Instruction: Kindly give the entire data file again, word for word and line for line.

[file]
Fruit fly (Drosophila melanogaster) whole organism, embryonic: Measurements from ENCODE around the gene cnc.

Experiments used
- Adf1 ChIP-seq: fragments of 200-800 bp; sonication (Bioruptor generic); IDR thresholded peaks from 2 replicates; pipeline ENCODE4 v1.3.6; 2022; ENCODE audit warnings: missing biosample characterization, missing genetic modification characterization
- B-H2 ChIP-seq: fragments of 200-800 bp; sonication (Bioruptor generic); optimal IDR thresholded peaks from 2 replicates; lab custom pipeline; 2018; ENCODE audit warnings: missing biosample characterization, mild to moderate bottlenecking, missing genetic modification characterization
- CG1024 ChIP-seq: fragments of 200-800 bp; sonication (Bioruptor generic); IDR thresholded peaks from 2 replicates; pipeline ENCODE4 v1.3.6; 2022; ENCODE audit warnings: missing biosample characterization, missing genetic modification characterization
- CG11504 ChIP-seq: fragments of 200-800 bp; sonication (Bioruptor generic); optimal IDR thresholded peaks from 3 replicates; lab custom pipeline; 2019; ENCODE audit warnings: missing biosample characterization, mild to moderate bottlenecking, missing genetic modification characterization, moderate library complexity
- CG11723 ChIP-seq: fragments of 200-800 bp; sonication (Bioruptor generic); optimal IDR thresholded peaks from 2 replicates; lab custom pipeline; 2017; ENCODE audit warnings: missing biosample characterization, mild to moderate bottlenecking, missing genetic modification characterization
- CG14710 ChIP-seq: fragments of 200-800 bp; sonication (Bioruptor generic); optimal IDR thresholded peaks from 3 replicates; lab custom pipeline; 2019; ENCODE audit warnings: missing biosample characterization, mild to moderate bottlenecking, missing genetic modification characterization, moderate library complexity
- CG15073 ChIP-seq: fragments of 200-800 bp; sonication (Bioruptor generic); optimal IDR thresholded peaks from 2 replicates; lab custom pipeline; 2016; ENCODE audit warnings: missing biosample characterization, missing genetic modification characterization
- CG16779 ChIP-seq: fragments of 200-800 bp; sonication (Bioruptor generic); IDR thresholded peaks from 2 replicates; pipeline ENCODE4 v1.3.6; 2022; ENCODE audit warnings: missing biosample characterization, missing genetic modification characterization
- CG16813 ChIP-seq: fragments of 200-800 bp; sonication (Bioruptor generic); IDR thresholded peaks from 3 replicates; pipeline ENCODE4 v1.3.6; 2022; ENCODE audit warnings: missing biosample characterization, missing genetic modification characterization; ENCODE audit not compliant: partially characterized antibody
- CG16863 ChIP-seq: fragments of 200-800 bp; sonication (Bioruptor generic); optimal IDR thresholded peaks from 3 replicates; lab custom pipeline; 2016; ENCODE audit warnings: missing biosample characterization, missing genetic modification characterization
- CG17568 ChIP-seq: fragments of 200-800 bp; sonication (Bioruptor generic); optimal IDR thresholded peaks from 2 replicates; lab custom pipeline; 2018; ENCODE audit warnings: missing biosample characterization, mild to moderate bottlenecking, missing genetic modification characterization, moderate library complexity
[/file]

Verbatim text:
Fruit fly (Drosophila melanogaster) whole organism, embryonic: Measurements from ENCODE around the gene cnc.

Experiments used
- Adf1 ChIP-seq: fragments of 200-800 bp; sonication (Bioruptor generic); IDR thresholded peaks from 2 replicates; pipeline ENCODE4 v1.3.6; 2022; ENCODE audit warnings: missing biosample characterization, missing genetic modification characterization
- B-H2 ChIP-seq: fragments of 200-800 bp; sonication (Bioruptor generic); optimal IDR thresholded peaks from 2 replicates; lab custom pipeline; 2018; ENCODE audit warnings: missing biosample characterization, mild to moderate bottlenecking, missing genetic modification characterization
- CG1024 ChIP-seq: fragments of 200-800 bp; sonication (Bioruptor generic); IDR thresholded peaks from 2 replicates; pipeline ENCODE4 v1.3.6; 2022; ENCODE audit warnings: missing biosample characterization, missing genetic modification characterization
- CG11504 ChIP-seq: fragments of 200-800 bp; sonication (Bioruptor generic); optimal IDR thresholded peaks from 3 replicates; lab custom pipeline; 2019; ENCODE audit warnings: missing biosample characterization, mild to moderate bottlenecking, missing genetic modification characterization, moderate library complexity
- CG11723 ChIP-seq: fragments of 200-800 bp; sonication (Bioruptor generic); optimal IDR thresholded peaks from 2 replicates; lab custom pipeline; 2017; ENCODE audit warnings: missing biosample characterization, mild to moderate bottlenecking, missing genetic modification characterization
- CG14710 ChIP-seq: fragments of 200-800 bp; sonication (Bioruptor generic); optimal IDR thresholded peaks from 3 replicates; lab custom pipeline; 2019; ENCODE audit warnings: missing biosample characterization, mild to moderate bottlenecking, missing genetic modification characterization, moderate library complexity
- CG15073 ChIP-seq: fragments of 200-800 bp; sonication (Bioruptor generic); optimal IDR thresholded peaks from 2 replicates; lab custom pipeline; 2016; ENCODE audit warnings: missing biosample characterization, missing genetic modification characterization
- CG16779 ChIP-seq: fragments of 200-800 bp; sonication (Bioruptor generic); IDR thresholded peaks from 2 replicates; pipeline ENCODE4 v1.3.6; 2022; ENCODE audit warnings: missing biosample characterization, missing genetic modification characterization
- CG16813 ChIP-seq: fragments of 200-800 bp; sonication (Bioruptor generic); IDR thresholded peaks from 3 replicates; pipeline ENCODE4 v1.3.6; 2022; ENCODE audit warnings: missing biosample characterization, missing genetic modification characterization; ENCODE audit not compliant: partially characterized antibody
- CG16863 ChIP-seq: fragments of 200-800 bp; sonication (Bioruptor generic); optimal IDR thresholded peaks from 3 replicates; lab custom pipeline; 2016; ENCODE audit warnings: missing biosample characterization, missing genetic modification characterization
- CG17568 ChIP-seq: fragments of 200-800 bp; sonication (Bioruptor generic); optimal IDR thresholded peaks from 2 replicates; lab custom pipeline; 2018; ENCODE audit warnings: missing biosample characterization, mild to moderate bottlenecking, missing genetic modification characterization, moderate library complexity